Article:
Garcinia cambogia, green tea and other "diet" supplements do not really help you lose weight. I study

A study shows that herbal (but not limited to) dietary supplements are not effective and safe for weight loss

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A new study concluded that, to date, there is insufficient evidence to support the use of dietary and herbal supplements to aid weight loss. From what has been shown, in fact, these would not have the desired effects and there are also doubts regarding long-term safety.

Many people turn to supplements in hopes of losing weight. These are products that are often required to perform a real "miracle" allowing you to lose weight without great effort.

A real comprehensive review of previous research on herbal and dietary supplements for weight loss has now been conducted. This analyzed 121 randomized placebo-controlled trials in which around 10 people participated. 

The effect and safety of supplements containing a whole plant or combinations of plants as an active ingredient was investigated, as well as dietary supplements containing isolated compounds found in nature and produced by animals, such as fiber, fat, protein and antioxidants. .  

The study, presented at the European Congress on Obesity (ECO) that is taking place online these days, suggests that although some of these supplements promote statistically greater weight loss than placebo, it is not enough to prove that they are really effective as well. health benefits. The authors call for further research to investigate their long-term safety.

The herbal supplements included in the analysis were: green tea; Garcinia cambogia and mangosteen (tropical fruits); white bean; ephedra (a stimulant that increases metabolism); African mango; yerba mate; grape veld (commonly used in traditional Indian medicine); licorice root; and East Indian Wild Thistle (used in Ayurvedic medicine).

The results showed that their use for weight loss cannot be justified based on the current evidence.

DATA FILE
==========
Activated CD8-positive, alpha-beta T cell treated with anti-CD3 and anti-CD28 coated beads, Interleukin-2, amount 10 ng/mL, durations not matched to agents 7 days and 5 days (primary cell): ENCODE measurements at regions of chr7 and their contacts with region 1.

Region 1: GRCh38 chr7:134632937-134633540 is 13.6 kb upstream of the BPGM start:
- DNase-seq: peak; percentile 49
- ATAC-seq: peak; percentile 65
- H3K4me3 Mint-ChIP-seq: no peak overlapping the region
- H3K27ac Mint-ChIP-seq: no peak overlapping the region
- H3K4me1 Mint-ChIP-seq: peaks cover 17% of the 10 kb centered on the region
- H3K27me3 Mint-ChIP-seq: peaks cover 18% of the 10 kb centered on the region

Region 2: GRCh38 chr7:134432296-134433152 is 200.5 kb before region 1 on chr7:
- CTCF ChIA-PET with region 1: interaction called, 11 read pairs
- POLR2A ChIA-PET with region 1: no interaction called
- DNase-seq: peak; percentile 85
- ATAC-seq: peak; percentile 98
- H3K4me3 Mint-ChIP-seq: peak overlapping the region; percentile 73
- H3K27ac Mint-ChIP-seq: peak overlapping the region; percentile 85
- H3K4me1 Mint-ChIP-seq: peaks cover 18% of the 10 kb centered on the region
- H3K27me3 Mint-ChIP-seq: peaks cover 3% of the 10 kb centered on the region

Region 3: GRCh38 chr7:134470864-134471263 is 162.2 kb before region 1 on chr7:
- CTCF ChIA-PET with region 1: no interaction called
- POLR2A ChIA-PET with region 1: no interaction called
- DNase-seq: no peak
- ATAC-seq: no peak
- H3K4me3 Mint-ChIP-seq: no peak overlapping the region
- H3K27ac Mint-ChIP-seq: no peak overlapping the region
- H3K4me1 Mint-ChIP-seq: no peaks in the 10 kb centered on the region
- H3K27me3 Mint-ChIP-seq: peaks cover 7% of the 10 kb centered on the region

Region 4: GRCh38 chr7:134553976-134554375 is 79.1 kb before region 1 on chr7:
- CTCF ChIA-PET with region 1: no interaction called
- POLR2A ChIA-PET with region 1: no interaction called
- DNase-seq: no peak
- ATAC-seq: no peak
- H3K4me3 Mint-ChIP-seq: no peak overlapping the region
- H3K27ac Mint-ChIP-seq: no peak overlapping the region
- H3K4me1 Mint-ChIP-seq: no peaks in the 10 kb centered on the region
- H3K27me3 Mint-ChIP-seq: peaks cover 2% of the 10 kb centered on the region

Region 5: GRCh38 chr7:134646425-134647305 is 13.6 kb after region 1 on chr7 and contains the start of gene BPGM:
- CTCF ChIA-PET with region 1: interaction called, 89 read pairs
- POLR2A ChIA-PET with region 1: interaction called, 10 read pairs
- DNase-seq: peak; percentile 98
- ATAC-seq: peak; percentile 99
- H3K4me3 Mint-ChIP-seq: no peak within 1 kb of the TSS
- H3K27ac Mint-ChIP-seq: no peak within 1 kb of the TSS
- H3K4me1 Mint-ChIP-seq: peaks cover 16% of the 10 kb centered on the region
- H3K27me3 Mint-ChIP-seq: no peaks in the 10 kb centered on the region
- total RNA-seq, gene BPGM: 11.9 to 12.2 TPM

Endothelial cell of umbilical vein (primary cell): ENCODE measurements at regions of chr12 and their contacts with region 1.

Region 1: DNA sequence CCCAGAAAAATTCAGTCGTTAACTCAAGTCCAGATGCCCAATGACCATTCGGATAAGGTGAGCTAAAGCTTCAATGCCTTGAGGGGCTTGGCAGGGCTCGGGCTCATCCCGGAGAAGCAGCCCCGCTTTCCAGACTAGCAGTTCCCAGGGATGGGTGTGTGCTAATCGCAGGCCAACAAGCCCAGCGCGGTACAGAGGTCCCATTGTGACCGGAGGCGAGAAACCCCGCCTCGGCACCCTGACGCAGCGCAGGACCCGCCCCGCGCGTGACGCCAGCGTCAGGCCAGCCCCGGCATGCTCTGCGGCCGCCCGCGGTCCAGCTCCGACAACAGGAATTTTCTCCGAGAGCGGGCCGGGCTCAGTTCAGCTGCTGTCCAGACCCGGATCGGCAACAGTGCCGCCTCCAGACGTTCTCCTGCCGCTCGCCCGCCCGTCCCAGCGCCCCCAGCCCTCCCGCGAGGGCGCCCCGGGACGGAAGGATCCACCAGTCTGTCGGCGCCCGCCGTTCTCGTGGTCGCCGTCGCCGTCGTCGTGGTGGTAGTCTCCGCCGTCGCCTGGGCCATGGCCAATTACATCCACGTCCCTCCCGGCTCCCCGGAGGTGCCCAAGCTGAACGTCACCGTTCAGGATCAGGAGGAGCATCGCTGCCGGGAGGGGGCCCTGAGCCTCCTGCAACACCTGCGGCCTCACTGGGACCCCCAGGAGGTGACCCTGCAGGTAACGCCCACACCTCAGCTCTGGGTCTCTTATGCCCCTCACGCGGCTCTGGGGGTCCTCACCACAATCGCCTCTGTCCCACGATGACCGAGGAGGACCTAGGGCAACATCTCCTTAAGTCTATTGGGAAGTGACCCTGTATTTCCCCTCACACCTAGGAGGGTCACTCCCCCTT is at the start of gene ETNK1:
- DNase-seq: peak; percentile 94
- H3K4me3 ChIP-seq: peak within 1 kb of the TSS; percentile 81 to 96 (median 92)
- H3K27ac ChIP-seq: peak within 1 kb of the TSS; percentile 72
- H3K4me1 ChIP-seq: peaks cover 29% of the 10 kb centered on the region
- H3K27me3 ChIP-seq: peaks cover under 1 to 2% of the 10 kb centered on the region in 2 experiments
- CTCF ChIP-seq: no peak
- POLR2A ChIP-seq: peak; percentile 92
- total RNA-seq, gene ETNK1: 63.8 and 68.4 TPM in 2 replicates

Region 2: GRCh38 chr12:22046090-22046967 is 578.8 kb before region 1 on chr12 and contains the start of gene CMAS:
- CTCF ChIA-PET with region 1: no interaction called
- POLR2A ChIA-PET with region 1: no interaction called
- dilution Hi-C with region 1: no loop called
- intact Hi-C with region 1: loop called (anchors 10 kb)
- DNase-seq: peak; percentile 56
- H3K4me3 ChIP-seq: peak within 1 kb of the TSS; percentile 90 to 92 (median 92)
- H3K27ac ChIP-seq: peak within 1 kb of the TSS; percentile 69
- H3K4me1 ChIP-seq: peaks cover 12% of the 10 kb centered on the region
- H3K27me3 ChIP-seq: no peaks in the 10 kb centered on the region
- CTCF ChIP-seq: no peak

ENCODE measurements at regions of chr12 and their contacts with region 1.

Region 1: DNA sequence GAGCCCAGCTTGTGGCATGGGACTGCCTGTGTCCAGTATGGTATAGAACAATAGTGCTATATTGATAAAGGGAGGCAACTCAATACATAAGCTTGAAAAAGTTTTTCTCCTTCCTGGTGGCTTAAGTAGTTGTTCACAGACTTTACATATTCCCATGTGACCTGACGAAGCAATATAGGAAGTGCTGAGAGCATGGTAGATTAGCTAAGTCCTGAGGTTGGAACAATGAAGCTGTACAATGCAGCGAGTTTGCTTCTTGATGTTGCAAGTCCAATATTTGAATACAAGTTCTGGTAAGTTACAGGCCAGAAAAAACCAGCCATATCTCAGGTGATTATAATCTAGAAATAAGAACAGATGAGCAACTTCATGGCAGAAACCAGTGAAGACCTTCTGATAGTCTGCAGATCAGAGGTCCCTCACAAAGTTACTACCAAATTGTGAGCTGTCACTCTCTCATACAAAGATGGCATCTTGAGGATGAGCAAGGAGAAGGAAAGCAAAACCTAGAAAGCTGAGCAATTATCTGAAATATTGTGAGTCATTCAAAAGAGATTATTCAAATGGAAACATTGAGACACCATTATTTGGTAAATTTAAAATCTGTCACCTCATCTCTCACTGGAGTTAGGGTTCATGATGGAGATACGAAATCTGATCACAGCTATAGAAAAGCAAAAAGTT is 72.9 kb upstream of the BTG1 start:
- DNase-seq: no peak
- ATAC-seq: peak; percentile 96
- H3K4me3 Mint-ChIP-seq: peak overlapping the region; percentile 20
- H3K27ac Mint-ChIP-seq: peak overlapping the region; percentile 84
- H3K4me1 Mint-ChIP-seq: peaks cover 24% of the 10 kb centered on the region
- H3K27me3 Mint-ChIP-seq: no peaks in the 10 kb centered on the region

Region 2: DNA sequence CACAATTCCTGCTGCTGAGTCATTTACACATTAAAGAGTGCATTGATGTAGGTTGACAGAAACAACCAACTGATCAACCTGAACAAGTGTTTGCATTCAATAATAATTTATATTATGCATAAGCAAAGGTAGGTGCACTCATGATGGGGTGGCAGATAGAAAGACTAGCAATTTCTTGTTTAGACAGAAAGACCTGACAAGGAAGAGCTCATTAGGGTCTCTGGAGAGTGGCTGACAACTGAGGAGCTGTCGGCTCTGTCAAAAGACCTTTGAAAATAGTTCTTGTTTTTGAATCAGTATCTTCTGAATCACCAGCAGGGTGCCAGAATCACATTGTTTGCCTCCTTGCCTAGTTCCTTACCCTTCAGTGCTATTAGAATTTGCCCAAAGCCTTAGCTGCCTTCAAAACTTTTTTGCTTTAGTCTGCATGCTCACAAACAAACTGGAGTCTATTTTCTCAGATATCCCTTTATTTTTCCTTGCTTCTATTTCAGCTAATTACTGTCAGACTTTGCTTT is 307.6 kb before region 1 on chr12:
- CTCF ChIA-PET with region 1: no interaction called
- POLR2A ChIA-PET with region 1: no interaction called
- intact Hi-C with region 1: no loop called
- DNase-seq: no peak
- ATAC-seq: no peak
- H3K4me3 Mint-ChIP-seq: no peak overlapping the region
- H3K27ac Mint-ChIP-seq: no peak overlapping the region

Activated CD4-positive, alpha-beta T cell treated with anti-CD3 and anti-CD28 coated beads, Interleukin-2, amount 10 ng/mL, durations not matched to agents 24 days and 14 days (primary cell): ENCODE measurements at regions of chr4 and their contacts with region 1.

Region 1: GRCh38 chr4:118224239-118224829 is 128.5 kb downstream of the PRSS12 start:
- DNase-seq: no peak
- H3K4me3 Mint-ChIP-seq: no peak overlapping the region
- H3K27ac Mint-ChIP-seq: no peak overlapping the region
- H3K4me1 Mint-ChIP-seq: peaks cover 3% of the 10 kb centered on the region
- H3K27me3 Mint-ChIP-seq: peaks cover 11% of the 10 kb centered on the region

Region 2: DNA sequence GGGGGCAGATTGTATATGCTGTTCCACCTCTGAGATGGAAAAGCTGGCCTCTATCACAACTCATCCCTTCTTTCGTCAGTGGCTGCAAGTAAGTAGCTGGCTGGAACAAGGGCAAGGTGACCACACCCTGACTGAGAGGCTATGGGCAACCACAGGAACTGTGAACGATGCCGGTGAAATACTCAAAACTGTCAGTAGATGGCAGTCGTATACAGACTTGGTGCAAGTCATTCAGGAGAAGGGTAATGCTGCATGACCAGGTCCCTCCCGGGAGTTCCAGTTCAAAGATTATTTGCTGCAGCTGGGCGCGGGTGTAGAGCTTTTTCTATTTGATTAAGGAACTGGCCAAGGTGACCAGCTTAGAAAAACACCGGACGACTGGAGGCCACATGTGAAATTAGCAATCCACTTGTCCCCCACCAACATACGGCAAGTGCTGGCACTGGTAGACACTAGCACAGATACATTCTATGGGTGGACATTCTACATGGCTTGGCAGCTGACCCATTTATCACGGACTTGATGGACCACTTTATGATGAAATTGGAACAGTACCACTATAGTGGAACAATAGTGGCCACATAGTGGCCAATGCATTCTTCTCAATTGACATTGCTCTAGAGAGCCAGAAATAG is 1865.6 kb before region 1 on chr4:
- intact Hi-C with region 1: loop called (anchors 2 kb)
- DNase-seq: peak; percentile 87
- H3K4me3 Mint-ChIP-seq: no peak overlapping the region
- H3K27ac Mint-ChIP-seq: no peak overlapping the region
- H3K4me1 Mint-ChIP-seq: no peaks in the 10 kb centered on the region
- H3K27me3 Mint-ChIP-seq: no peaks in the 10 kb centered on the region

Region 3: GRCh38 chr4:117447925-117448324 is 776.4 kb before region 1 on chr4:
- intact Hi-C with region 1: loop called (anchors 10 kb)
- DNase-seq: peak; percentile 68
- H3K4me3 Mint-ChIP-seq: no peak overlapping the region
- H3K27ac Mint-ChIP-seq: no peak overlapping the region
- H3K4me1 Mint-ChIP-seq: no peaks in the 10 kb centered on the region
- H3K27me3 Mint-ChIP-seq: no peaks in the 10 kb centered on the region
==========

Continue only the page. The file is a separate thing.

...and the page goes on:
“Over-the-counter herbal and dietary supplements promoted for weight loss are increasingly popular, but unlike drugs, clinical trials for their safety and efficacy are not needed before they enter the market. Our rigorous evaluation of the best available data finds that there is not enough evidence to recommend these supplements for weight loss. While most supplements appear safe for short-term consumption, they will not provide clinically significant weight loss, ”said Erica Bessell of the University of Sydney in Australia, lead author of the research. 

The analysis found that only a single agent, white kidney beans, produced statistically, but not clinically, greater weight loss than placebo (-1,61 kg). Additionally, some combination preparations containing African mango, veld grape, East Indian thistle, and mangosteen have shown promising results, but have been studied in three or even fewer studies, often with poor methodology. The results therefore should be interpreted with caution, the researchers argue.

The study also analyzed research that compared the effect of dietary supplements such as chitosan (a complex sugar found in the hard outer layers of lobsters, crabs and shrimps that promises to block the absorption of fat or carbohydrates); glucomannan (a soluble fiber found in konjac roots, which promotes a feeling of fullness); fructans (a carbohydrate made up of fructose chains) and conjugated linoleic acid (which promises to change body composition by decreasing fat).

The analysis found that chitosan (-1,84 kg), glucomannan (-1,27 kg) and conjugated linoleic acid (-1,08 kg) resulted in weight loss statistically, but not clinically, significant compared to placebo.

In short, from this review of the studies, the so-called "slimming" supplements do not come out well at all. Among other things, we should remember that, even if extracted from natural substances, they are still products that are not risk-free and that at times can interfere with some drugs.

Font: The Guardian / BBC

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